PolyChrome_Mountains Pan 1
The polychrome mountains of Denali National Park. They are aptly named!

Of course the look and feel mountains can change rapidly! Here are pictures from September 29th in the Savage river valley area while I was there for a field trip. Snow covered mountains were layered in fog and clouds. The reds in the front of the mountains was stunning. While we stood there snow started to fly and it continued throughout the night into Sunday morning. They closed the park for the season due to the snow on Sunday, so we were fortunate to get in when we did!

A closeup of just one of the peaks in the Savage River Valley area. This peak was shot at 300 mm.
A changed landscape! The mountains were shrouded in fog and covered in snow. A big change from just a month prior!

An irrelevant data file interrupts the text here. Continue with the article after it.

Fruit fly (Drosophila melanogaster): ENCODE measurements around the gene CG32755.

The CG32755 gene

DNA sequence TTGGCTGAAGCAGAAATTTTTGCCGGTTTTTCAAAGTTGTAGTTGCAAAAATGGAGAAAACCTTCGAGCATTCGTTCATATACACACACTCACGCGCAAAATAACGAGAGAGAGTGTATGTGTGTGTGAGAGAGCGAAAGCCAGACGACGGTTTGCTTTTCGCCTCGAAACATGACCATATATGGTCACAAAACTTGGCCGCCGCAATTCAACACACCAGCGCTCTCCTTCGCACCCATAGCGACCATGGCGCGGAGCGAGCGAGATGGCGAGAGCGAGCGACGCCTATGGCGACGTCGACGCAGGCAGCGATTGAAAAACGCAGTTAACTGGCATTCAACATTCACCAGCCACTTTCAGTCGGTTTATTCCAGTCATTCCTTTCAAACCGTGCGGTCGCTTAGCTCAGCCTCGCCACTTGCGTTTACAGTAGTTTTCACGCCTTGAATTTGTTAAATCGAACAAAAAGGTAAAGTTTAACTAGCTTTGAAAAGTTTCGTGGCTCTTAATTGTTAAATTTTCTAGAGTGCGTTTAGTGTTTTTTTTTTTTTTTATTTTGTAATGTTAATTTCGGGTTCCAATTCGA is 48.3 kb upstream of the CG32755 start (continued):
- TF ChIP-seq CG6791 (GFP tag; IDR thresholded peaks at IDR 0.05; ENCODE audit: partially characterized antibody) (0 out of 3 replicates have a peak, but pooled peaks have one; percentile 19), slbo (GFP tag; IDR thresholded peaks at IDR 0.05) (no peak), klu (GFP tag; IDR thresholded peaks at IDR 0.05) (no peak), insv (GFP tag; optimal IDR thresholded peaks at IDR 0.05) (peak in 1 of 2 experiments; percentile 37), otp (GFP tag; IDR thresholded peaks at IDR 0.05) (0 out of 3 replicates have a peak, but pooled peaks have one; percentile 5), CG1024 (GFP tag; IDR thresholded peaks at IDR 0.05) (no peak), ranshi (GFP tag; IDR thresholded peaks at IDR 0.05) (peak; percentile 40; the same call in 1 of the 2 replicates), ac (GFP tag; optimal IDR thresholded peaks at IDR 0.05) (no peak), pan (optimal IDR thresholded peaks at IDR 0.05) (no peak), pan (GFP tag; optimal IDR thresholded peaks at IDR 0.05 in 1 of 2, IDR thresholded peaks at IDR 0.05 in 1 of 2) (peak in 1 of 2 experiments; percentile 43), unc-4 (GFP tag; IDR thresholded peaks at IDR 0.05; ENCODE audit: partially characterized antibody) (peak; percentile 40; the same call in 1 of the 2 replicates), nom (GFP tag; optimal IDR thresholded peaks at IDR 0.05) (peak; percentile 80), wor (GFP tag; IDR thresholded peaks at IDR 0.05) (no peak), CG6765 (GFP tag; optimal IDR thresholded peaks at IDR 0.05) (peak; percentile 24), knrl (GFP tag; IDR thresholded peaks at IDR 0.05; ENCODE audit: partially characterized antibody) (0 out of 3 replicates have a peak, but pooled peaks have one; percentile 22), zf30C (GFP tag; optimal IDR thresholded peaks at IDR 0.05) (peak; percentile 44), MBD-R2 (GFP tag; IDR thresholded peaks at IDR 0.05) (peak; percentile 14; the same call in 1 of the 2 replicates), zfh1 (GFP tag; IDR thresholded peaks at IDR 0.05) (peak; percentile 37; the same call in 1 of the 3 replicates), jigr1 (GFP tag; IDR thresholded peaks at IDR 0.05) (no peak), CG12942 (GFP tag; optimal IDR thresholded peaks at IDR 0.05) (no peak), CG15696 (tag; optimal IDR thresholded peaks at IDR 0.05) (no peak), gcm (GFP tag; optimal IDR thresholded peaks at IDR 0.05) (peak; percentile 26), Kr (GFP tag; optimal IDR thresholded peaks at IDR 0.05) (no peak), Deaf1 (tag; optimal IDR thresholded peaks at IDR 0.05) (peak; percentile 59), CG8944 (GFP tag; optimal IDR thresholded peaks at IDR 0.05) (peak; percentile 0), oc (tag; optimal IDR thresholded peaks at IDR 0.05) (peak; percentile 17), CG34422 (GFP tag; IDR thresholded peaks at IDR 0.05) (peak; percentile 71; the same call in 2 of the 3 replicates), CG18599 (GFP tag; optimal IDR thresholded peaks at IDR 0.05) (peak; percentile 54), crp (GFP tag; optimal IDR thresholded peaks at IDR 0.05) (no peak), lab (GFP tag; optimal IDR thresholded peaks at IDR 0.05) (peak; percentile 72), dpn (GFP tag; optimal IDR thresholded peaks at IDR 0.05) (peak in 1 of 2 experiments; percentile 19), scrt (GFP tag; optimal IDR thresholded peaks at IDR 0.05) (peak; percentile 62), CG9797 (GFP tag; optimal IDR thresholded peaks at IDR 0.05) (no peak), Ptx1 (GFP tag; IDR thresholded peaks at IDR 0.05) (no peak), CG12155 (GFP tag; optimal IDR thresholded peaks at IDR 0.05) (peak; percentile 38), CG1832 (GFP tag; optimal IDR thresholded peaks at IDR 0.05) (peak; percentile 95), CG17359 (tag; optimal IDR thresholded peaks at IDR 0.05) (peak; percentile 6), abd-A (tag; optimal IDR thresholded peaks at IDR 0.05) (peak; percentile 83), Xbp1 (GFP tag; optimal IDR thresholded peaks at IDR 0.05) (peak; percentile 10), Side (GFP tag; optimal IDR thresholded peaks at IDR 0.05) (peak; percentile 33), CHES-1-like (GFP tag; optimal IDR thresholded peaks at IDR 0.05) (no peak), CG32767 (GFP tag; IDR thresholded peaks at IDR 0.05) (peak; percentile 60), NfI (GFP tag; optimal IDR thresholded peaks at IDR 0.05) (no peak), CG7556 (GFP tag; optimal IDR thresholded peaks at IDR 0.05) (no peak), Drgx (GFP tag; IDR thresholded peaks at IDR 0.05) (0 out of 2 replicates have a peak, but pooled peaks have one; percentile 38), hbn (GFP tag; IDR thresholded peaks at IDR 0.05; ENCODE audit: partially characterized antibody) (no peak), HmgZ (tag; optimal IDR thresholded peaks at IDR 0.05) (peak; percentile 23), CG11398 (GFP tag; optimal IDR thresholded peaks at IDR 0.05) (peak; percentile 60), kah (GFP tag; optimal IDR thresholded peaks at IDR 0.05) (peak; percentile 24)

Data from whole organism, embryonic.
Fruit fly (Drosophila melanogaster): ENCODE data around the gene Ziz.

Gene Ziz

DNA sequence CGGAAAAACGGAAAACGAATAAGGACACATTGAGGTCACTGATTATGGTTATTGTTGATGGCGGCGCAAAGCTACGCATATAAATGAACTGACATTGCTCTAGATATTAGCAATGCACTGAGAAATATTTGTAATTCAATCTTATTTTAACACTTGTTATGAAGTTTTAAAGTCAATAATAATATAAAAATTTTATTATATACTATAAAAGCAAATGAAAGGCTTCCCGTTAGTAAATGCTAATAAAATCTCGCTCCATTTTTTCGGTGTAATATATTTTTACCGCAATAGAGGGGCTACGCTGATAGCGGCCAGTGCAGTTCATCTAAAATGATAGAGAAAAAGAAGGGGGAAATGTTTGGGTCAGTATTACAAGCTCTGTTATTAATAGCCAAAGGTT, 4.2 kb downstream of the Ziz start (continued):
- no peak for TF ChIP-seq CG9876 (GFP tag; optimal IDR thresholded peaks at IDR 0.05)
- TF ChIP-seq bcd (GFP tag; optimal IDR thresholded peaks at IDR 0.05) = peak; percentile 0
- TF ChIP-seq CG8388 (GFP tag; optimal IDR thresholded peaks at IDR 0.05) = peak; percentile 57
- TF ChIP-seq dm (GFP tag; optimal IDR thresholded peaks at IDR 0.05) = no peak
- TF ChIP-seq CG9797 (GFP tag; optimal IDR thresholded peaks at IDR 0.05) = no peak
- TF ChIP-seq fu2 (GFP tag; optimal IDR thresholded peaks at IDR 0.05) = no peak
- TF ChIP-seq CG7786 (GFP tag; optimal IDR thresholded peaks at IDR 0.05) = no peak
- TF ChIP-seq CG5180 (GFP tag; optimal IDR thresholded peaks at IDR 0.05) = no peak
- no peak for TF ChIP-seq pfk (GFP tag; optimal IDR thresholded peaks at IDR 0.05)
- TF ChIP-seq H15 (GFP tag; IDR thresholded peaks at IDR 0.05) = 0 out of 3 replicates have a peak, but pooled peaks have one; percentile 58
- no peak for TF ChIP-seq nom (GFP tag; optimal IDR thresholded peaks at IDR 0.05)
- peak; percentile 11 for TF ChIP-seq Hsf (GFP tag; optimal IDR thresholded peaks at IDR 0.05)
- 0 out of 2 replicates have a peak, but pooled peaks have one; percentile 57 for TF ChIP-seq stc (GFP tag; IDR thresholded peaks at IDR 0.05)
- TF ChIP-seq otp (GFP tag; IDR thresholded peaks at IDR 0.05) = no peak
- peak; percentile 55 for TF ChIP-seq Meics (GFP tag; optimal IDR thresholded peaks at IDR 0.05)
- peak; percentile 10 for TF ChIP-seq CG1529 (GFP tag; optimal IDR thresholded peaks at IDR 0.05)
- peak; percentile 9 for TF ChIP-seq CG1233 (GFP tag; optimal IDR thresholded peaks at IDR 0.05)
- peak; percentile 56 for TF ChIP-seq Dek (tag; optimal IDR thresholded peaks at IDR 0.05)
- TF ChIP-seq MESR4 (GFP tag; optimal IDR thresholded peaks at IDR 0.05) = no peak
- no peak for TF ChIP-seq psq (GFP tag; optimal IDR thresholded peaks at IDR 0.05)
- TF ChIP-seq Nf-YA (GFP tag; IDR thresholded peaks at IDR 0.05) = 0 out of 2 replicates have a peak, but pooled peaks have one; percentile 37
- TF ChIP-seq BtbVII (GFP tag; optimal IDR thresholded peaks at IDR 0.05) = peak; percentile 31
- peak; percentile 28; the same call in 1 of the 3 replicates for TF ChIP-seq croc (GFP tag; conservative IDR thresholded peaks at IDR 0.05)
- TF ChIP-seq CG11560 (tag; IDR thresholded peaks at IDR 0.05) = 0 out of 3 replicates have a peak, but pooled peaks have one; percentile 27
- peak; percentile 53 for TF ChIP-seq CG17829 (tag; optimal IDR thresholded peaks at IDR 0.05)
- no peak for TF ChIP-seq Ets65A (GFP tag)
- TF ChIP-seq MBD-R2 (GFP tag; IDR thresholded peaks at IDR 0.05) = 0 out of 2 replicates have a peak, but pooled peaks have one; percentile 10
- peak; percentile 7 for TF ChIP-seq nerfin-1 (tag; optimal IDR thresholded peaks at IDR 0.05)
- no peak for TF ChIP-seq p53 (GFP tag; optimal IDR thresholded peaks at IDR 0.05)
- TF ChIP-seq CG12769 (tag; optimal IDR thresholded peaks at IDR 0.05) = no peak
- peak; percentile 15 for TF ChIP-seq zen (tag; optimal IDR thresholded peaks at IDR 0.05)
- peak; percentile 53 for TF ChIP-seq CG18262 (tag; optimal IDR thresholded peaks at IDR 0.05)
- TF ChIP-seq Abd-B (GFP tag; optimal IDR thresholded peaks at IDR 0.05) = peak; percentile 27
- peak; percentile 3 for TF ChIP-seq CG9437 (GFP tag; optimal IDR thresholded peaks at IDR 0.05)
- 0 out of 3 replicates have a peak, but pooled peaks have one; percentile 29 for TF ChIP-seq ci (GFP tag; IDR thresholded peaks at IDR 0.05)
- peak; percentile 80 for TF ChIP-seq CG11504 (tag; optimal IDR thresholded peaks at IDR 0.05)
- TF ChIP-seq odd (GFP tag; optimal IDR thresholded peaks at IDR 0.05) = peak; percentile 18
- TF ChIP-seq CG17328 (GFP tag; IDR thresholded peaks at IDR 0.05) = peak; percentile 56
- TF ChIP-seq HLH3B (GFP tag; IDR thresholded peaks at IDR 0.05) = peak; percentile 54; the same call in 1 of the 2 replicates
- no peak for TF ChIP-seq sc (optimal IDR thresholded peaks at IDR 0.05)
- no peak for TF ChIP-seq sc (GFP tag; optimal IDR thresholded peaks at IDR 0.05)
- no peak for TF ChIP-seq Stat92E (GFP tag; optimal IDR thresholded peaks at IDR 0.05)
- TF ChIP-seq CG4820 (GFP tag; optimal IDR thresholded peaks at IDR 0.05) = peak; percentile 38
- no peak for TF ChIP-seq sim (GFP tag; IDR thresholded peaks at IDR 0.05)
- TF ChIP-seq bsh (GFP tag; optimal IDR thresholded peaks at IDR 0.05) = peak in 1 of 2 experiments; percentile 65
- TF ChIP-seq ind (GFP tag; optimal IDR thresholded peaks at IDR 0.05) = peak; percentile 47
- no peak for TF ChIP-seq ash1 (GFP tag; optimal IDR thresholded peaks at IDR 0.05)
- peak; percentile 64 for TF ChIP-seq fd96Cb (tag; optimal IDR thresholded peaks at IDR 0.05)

Denali national park is renowned for its wildlife. Part of that renown derives directly from the restrictions placed on tourist traffic- I should quit my griping about long bus rides, as it still beats the throngs of buffalo watchers at Yellowstone National Park. Wildlife in the region thrive due to intact ecosystems and no hunting pressure within the park. Many individuals leave the park boundaries, and can be pursued and harvested at that time. The park has ‘the big four’ of mega-fauna and at any time they may stick their head above a ridge, so observation is essential. Actually it was one of the entertaining parts of the bus ride because we were instructed to yell “STOP!” if we saw anything big. Imagine yelling out bingo because it some ways it was competitive like bingo (who could see it first) and was just as enjoyable. The caveat of the ‘stop’ theory is our bus driver was an older gentleman, named John, and he couldn’t hear well, especially over the diesel bus. So people in the back really had to let him know. Once we were stopped it was an inching game and John did his best to take directions from multiple, camera wielding bus riders looking to line up that ‘perfect’ shot. The rules of the game were to call out anything interesting, but most of the riders there wanted to see moose, dall sheep, caribou or bears. We were fortunate to get all of them. The first of the big four that we came upon was the mighty bull moose. Moose in the park are big due to their protection, and these guys pictured here are no exception! At this time of year the moose were gathering in the valleys for the rutting season.